5:10pm

It was 10 minutes past five at the Sachal Hall at Ibrahim Hyderi. Sakina anxiously waited for her husband’s arrival. She will see his face today after a long 22 years.

Hussain Walarhi Mallah left on a 10-day fishing journey after the monsoon season, only to be captured by Indian authorities for crossing into Indian waters. When he didn’t return home, Sakina thought his ship had capsised at sea due to the incessant rains that year.

“I didn’t know what I was going to do. Then, I received a letter from him, which said that he was in an Indian jail in the state of Gujarat. When I first read it, I was relieved. At least I knew he is alive.”

Sakina with her two granddaughters. —Basil Andrews
Sakina with her two granddaughters. —Basil Andrews
5:20pm

Sakina kept looking to her left down the corridor, as members of the Pakistan Fisher Folk Forum made arrangements for the fishermen’s arrival. She told me:

“We would correspond with each other on a monthly basis. I would ask him how he was doing. He would reply, he wasn’t being fed well but he was okay. I would write to him to have faith and patience.”

5:35pm

Hussain was expected to arrive at 6pm in the hall. As Sakina sat on the floor, I noticed that had she begun to sway impatiently, waiting for her husband's arrival. The creases on her forehead and the first tufts of white hair appeared to be a telling sign of her wait.

The couple had stayed in touch through letters. Sakina, of course, wished that she could speak to Hussain face-to-face for once, but there was no way to do that, and travelling to India was out of the question.

I asked her if she had any of his letters with her. That's when she reached for a pocket stitched inside her qameez, opened a plastic bag and took out a three-folded paper which she had gotten coated in plastic, to preserve it.

The front side of one of the letters written by Hussain to Sakina. —Basil Andrews
The front side of one of the letters written by Hussain to Sakina. —Basil Andrews
The back side of one of the letters written by Hussain to Sakina. —Basil Andrews
The back side of one of the letters written by Hussain to Sakina. —Basil Andrews

Did she ever lose hope of seeing him again, I ask her. She responded:

“Yes! When a representative from our area visited India, he came back with news that the jail has been broken down. My heart broke and I lost all hope. Fortunately, a letter from him arrived shortly. It gave me the will to carry on. He is alive.”

What kept you believing in his return, I asked.

“My faith in Allah and the support I received from my community, especially from the women who have been or are going through the same ordeal.”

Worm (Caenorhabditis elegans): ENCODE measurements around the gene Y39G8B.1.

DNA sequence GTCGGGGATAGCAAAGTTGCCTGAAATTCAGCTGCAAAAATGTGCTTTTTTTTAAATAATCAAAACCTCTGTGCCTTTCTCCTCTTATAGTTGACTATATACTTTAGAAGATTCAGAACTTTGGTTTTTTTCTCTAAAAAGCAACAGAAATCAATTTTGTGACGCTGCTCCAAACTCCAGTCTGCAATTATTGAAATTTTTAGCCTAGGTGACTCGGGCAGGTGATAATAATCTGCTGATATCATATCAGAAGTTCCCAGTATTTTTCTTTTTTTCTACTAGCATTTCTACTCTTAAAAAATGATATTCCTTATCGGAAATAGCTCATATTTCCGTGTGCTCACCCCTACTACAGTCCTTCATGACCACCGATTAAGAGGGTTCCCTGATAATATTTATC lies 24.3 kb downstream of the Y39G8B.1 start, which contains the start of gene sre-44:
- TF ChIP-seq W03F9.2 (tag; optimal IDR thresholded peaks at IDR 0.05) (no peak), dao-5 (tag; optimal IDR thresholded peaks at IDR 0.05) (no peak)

5:50pm

Hussain’ arrival was just around the corner. Sakina got up and walked up to the other women, who had rose petals in plates and garlands of roses in hand. One of them started to fold an Ajrak into a shawl. For a moment, it felt like they were receiving a baraat (the ceremonious arrival of a groom at a wedding).

It warmed my heart to see Sakina ecstatic. She turned to me and said, “I’ve never danced in my life but if a drum started playing right now, I would.”

6:00pm

The van carrying the two fishermen arrived. Cameramen from different news networks got ready to film the reunion as Hussain climbed the stairs. Rose petals were thrown on him and the Ajrak was placed around his shoulders.

As newsmen jumped in to interview Hussain, Sakina took a step to the side. She was overwhelmed with joy but always patient.

Sakina in an emotional moment on her husband's arrival. —Basil Andrews
Sakina in an emotional moment on her husband's arrival. —Basil Andrews

I looked at Sakina as she smiled with teary eyes. I asked her what she would do after her husband finally returned home.

“We will pray to Allah and thank Him for his safe return. After that we will celebrate with friends and family.”

Hussain as he arrives at Sachal Hall. —Basil Andrews
Hussain as he arrives at Sachal Hall. —Basil Andrews
Sakina finally reunites with her husband, Hussain after 22 years. —Basil Andrews
Sakina finally reunites with her husband, Hussain after 22 years. —Basil Andrews

Sakina’s story is one of many others, where fishermen have crossed into the territorial waters on the Indian and Pakistani side. Fishermen along the coastal belt of the Arabian Sea have been fishing in these waters for centuries. But only since 1947, and due to the antagonistic nature of Indo-Pak relations, have these fishermen begun to be punished for crossing boundaries that don't really exist, ending up in 'enemy' jails for years, on both side.

The idealist in me wishes we treated the sea like it treats us – with unabandoned generosity for everyone alike and irrespective of territorial boundaries.

As our Independence, I hope we move an inch closer to that thought.

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